last night, we celebrated sean's birthday, so i made him a yummy birthday dinner. we had filet mignon with a marsala cream sauce with mushrooms, mashed potatoes (sean's favie), and brussels sprouts with bacon and garlic. i paired that with robert mondavi meritage (recommended by dr. debs over at good wine under $20) and the always-fantastic taddy porter for sean. for dessert i made the chocolate souffle cupcakes (from deb over at smitten kitchen) except i swapped out the mint in the white chocolate cream for a little blackberry juice that i reduced by about half, and then put a fresh blackberry on top. if i had to do it over though, i'd just leave the white chocolate cream plain and then drizzle some blackberry juice/syrup/whatever over top instead of mixing it into the cream: the tartness from the blackberry juice was lost in the sweetness of the white chocolate. but it did make the cream a pretty pale mauve color, so that's something i guess. sort of valentinesy. and we ate all of it on our wedding china: gotta take advantage of excuses to use that stuff! sometimes i wonder if i should just use it every day. i think it gets lonely packed away in the cabinets.
i have grand plans for some more posts here soon: i want to share my wino-esque expertise of cheap wines with all eight of you, and i know you can't wait! and then there's the long-awaited diy newspaper sculpture how-to! stay tuned...
Sunday, January 10, 2010
over christmas break i got the chance to bake with my babicka. as you may recall, i made mazanec last easter, which went fairly well, but as you can imagine, there's so much you can learn by baking along side someone, particularly if they've been doing it a good half century or so. after getting over a couple rough starts (i started the session by adding salt instead of sugar to our first batch of dough, and then babicka left out the butter the second time around) we made a few batches of dough out of which we made kolacky (the little ones), kolach (like kolacky, but a big sheet, sort of like a pizza), and poppy strudel.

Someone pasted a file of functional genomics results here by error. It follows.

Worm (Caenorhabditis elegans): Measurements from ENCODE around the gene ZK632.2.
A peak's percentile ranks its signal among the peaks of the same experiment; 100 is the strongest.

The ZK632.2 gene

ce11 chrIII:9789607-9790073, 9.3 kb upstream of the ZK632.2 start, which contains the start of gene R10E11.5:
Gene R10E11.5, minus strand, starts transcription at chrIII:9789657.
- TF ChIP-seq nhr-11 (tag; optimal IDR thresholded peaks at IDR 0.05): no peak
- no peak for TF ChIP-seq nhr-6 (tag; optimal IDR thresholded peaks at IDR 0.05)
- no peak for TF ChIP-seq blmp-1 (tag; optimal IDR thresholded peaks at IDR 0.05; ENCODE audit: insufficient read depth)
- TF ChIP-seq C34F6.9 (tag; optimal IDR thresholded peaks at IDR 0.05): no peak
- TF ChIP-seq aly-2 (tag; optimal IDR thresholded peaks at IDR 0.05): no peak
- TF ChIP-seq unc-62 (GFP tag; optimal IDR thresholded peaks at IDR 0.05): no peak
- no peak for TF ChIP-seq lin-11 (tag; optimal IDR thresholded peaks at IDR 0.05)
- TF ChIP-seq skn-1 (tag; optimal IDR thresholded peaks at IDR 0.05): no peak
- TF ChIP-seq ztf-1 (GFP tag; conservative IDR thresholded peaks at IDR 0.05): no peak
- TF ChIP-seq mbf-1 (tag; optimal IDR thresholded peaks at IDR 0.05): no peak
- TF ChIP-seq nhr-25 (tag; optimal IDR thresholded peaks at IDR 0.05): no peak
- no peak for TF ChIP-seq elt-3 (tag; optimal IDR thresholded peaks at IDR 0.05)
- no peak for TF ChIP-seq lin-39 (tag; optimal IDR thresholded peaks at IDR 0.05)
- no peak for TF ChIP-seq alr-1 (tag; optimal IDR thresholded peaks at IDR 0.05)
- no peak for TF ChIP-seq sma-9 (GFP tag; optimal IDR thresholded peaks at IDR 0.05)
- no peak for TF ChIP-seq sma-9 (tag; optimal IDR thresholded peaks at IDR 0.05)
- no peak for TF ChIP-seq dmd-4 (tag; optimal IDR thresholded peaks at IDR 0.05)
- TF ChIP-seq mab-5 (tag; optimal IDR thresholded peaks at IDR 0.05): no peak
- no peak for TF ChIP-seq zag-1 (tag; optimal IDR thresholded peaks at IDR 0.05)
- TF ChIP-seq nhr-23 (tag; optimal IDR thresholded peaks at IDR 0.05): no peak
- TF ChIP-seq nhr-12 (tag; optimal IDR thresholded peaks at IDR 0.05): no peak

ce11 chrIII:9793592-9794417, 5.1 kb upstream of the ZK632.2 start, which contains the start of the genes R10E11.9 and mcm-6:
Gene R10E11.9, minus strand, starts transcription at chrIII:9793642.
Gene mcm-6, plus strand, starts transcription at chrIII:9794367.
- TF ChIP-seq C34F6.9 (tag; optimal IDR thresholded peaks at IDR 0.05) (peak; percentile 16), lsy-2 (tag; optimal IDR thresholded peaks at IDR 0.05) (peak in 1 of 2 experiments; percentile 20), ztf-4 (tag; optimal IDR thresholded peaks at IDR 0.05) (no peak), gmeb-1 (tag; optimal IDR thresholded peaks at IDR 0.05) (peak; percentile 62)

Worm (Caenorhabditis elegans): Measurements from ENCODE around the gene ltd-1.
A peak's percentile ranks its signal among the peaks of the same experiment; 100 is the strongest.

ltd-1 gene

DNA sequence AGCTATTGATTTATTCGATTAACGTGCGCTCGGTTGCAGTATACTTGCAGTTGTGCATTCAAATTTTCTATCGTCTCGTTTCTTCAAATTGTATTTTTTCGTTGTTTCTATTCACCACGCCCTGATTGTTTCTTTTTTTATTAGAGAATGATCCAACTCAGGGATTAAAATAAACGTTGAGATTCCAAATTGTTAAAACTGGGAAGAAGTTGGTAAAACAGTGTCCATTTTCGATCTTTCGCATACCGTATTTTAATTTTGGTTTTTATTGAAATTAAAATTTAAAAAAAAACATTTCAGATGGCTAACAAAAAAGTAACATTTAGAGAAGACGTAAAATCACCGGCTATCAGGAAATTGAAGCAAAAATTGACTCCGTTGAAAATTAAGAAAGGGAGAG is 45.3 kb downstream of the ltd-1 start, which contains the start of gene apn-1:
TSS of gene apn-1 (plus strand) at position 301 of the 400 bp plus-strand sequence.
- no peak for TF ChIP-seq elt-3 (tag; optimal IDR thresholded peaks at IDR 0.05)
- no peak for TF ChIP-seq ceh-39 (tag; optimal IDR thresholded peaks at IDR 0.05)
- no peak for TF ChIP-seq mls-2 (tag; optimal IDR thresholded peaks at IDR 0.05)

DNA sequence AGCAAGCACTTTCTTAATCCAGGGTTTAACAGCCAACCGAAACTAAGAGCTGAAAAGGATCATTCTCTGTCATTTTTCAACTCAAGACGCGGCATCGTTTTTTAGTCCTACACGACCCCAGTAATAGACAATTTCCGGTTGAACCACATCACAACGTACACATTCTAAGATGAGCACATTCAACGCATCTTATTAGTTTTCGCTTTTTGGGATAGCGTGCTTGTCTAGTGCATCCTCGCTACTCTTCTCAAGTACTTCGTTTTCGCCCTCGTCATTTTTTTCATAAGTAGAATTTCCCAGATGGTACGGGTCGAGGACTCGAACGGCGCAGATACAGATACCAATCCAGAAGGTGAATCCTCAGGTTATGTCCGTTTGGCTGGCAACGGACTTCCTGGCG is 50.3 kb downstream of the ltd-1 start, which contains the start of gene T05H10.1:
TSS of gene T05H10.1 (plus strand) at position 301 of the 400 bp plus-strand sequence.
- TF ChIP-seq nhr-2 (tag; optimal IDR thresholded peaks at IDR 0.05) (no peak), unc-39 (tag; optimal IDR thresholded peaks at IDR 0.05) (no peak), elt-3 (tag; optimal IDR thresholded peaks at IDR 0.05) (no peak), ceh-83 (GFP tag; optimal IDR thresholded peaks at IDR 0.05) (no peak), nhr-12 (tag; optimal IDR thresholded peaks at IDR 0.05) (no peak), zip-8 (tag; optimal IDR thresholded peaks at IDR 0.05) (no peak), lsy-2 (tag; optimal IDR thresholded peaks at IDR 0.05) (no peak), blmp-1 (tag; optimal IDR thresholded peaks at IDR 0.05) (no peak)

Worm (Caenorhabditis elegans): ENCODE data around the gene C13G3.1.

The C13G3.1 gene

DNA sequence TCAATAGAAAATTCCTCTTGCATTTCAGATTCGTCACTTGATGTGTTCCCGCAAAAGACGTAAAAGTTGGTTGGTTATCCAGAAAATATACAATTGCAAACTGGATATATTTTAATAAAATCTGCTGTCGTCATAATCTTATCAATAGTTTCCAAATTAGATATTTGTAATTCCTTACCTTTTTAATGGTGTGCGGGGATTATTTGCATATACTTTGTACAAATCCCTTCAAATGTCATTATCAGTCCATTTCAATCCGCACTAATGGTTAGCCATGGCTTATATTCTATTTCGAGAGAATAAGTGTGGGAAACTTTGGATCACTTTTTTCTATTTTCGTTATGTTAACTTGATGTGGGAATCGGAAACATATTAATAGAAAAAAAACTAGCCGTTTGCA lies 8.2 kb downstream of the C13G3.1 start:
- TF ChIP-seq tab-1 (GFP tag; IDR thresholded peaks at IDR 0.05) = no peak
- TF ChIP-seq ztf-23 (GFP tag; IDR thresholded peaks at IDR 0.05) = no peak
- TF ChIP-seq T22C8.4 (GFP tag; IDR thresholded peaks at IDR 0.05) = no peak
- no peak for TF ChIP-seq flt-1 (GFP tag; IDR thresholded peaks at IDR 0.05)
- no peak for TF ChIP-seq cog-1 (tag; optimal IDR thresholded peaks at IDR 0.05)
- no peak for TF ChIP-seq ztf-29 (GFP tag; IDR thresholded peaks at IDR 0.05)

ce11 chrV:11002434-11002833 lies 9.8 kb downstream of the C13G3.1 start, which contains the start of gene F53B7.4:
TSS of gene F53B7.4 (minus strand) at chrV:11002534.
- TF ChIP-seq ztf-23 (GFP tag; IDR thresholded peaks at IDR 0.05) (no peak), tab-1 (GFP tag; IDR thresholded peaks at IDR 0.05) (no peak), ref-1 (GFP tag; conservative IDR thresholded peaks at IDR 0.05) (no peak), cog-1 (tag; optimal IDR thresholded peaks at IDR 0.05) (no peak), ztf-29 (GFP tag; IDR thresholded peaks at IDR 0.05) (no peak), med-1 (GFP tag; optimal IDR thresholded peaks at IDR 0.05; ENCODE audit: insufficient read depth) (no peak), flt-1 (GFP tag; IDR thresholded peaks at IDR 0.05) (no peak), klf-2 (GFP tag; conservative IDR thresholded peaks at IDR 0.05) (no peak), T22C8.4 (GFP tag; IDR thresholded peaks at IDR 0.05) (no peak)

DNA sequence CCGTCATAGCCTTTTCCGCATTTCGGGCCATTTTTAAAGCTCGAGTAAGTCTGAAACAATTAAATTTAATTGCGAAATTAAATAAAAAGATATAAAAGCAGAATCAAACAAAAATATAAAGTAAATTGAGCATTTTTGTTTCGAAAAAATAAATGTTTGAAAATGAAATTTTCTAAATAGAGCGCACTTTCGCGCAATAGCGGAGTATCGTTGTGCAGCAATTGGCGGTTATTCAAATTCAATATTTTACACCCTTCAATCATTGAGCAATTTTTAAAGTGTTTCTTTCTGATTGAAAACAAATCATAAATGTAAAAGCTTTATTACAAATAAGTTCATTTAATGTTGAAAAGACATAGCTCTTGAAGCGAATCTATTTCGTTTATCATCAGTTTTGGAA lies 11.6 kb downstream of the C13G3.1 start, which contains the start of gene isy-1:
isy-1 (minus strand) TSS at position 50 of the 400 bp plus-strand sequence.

some highlights and observations from my crash course:
-this lady is old-school: she uses actual spoons for measuring. like, the one you stir tea with is the teaspoon.
-babicka kneads one-handed, with her left (non-dominant) hand! this is because she has pretty bad arthritis in her right hand from squeezing a pastry bag for 30 years (she was a cake decorator). however, not only can she knead bread much more quickly and efficiently than i can, she also does it without her hands getting sticky. clearly i am a novice bread kneader, but i'm just saying: the dough is always all over my hands til i develop enough gluten for it to reincorporate into the the dough ball. she just kind of pushes the dough a few times and it's done.
-i learned how hot the water should be to wake up the yeast (the other tricky part of yeast doughs). every time she heated it up and determined it was the right temperature i made sure to stick my finger in. so now i have a better idea of what temperature it should be, though i think babicka has a perfect pitch type of sense of what temperature it should be (and i'm definitely not there yet).
-babicka makes all the bread-related products in her house. once a month she makes rolls and freezes them. she also makes rye bread as often as they need it (it is such delicious bread! it's half wheat, half rye, i believe, and it's got an almost crumbly texture. i love that stuff).
it was fun to get a behind-the-scenes look at babi's baking. she's always critiquing what exactly went wrong with whatever delicious pastry we happen to be eating at the moment (which i say with great affection. i am the exact same way: must be a genetic defect!). but the analysis is happening during the baking as well (of course!). she mentioned while we were rolling out the kolacky dough that they would probably puff up too much in the over because we didn't allow the dough to rise long enough before punching it back down (correct), and she was as fanatical about the thickness and application of the toppings/fillings as i am about properly taping or burning a screen. i guess we share the idea that if it's important enough to do it yourself, it's important enough to do right.
i also got a couple czech cookbooks from her (one czech, one slovak, to be precise). i'm going to attempt a few recipes, though that will probably require a little translation help. i'll be sure to share here when i try one.
thanks for letting me bake with you babicka!